All in the Details

Handling detail in a painting can be a challenge for an artist. Too much detail and a painting will look cluttered or lifeless; too little and a painting will look unfinished or unfocused. In his pastel The Date Seller, George Alistair (known by his user name “Kernow”) got it right.

The Date Seller depicts a Kuwaiti shop owner surrounded by his wares and illuminated by bare light bulbs hanging from above like ripe fruit. The merchant is standing in the middle of his store, looking out toward the viewer with a frank and open expression. In the background, you can see his produce scales, an essential tool of his trade. The walls of the shop are decorated with pictures that indicate his tastes and interests.

It’s these details, clearly and carefully included in the picture, that set the stage for this scene. They tell the background story that makes the date seller a believable character.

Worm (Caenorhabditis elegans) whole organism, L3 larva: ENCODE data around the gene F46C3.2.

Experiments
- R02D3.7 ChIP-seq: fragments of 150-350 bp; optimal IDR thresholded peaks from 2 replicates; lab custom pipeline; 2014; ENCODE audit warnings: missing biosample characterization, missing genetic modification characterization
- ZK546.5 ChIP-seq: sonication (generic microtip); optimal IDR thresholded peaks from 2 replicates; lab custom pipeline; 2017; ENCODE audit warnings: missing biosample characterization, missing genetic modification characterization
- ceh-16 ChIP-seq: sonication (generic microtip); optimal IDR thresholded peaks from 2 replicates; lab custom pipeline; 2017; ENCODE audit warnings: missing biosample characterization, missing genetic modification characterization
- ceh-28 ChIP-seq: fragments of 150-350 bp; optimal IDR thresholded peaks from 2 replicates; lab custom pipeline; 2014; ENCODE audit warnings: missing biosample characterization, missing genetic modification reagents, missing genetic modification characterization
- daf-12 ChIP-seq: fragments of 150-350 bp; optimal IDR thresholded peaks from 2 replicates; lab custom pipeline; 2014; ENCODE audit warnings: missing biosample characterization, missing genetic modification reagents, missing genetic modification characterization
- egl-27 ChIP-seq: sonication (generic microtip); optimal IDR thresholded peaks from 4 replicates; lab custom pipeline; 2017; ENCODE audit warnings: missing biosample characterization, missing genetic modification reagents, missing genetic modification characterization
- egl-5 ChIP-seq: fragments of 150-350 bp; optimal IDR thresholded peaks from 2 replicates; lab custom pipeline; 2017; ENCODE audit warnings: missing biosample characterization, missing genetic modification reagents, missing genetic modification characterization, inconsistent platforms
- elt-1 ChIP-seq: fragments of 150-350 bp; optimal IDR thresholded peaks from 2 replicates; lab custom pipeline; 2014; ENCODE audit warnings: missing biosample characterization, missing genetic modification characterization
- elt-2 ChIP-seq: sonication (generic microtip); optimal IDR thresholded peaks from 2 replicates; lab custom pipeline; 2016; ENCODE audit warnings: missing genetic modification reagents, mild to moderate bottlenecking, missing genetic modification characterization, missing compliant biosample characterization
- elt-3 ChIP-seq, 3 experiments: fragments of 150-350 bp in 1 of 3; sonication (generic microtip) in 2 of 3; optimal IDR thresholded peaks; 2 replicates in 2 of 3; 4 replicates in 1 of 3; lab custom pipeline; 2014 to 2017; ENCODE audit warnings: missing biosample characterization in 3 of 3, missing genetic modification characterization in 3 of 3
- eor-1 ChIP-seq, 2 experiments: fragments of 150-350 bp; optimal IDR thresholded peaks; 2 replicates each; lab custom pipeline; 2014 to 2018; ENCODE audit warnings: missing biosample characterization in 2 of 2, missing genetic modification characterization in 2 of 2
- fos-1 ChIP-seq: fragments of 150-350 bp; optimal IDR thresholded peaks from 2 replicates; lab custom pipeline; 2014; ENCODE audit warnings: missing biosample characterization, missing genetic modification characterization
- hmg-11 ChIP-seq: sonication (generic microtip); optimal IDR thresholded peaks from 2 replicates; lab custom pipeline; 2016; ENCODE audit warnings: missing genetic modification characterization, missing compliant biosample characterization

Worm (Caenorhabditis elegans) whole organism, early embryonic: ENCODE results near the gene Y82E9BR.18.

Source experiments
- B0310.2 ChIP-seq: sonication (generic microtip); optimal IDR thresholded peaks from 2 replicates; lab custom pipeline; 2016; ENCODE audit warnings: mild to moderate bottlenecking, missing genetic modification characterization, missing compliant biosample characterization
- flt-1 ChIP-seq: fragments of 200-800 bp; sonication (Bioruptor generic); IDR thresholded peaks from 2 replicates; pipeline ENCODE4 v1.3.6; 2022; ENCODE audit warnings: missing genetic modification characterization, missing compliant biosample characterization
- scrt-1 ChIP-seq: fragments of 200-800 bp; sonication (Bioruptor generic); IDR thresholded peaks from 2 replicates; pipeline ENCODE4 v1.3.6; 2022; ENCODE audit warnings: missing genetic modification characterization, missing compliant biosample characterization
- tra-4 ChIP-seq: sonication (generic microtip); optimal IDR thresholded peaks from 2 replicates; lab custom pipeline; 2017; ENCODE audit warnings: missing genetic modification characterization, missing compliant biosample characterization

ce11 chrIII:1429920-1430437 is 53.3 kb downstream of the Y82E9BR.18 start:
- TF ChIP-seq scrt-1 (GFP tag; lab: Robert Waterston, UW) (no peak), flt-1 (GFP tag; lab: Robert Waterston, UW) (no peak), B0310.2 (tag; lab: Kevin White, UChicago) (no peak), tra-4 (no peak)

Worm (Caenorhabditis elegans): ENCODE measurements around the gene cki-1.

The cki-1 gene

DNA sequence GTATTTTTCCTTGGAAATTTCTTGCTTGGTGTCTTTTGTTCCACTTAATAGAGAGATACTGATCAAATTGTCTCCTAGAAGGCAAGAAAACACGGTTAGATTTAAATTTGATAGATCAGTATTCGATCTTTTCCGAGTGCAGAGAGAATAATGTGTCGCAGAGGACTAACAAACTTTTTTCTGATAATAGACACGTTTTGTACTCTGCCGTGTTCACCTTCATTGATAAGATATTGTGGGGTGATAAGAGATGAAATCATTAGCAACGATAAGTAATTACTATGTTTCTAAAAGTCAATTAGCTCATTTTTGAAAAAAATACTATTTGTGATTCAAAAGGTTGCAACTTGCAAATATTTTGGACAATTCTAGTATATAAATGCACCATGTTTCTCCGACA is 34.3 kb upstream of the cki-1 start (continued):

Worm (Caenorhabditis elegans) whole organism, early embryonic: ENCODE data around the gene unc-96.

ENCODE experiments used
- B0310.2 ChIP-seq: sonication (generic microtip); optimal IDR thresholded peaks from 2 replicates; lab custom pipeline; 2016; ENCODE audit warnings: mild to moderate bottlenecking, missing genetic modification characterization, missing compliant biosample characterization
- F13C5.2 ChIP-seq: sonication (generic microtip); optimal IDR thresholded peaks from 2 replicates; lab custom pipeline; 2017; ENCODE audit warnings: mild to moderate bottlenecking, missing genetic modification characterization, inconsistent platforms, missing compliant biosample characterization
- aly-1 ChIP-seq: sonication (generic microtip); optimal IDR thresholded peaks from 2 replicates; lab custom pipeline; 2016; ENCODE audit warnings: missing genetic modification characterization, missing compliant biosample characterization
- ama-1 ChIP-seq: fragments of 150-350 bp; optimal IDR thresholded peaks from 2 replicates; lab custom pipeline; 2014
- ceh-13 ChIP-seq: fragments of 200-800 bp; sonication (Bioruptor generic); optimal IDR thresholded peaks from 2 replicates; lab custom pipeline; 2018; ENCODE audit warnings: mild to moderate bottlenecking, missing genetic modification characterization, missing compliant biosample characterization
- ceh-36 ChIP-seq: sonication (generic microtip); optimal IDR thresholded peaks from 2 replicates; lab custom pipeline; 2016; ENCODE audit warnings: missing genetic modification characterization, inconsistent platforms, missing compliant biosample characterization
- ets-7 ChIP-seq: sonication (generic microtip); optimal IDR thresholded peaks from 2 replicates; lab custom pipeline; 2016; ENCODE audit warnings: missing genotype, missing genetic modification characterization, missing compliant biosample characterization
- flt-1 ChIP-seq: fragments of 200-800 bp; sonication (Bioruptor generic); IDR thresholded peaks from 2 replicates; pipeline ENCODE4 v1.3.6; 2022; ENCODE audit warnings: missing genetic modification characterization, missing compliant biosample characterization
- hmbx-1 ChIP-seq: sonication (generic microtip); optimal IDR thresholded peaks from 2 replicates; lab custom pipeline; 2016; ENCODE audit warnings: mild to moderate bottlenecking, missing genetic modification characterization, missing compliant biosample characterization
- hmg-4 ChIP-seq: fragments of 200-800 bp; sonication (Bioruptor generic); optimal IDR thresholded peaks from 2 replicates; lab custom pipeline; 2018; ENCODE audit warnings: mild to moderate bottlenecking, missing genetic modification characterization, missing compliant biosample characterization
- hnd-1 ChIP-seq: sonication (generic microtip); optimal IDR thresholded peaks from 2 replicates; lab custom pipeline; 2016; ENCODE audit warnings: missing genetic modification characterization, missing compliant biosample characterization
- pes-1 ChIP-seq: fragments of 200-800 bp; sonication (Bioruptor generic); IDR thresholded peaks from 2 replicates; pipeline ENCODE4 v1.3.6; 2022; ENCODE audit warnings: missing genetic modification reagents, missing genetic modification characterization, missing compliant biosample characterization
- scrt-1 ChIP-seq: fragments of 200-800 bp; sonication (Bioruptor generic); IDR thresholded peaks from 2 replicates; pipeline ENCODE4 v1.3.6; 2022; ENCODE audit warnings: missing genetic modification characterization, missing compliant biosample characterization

The key to managing details is to keep them in a supporting role. Two effective ways to do this is by including a strong center of interest and avoiding high contrast. The date seller is the obvious focal point of the picture. By making him the “main attraction” all the little details will remain subordinate to this single figure. Without this strong element, the details would be confusingly competing for our attention.

By avoiding high contrast, the details harmoniously blend. If all the details had been rendered in bright colors, with strong lights and darks or with sharp edges, the result would be visual chaos. Too many details are like pages of fine print—hard on the eyes. Here, the artist gives just enough detail to make the painting interesting.

In the composition, the date seller is near the center of the composition. Typically, this makes a painting look static, but here it works. Placing the figure near the center suggests that the date seller is in the center of his world. His shop is his life.

One suggestion for improvement: The orange picture right behind the merchant’s head doesn’t quite work because it frames the head so symmetrically that it looks like a hat or perhaps suggests a halo. Unless that’s the intention, the orange rectangle should be grayed down, moved, extended to one side, or eliminated entirely. But this is a minor distraction and one that is easily remedied.

Greg Albert bio

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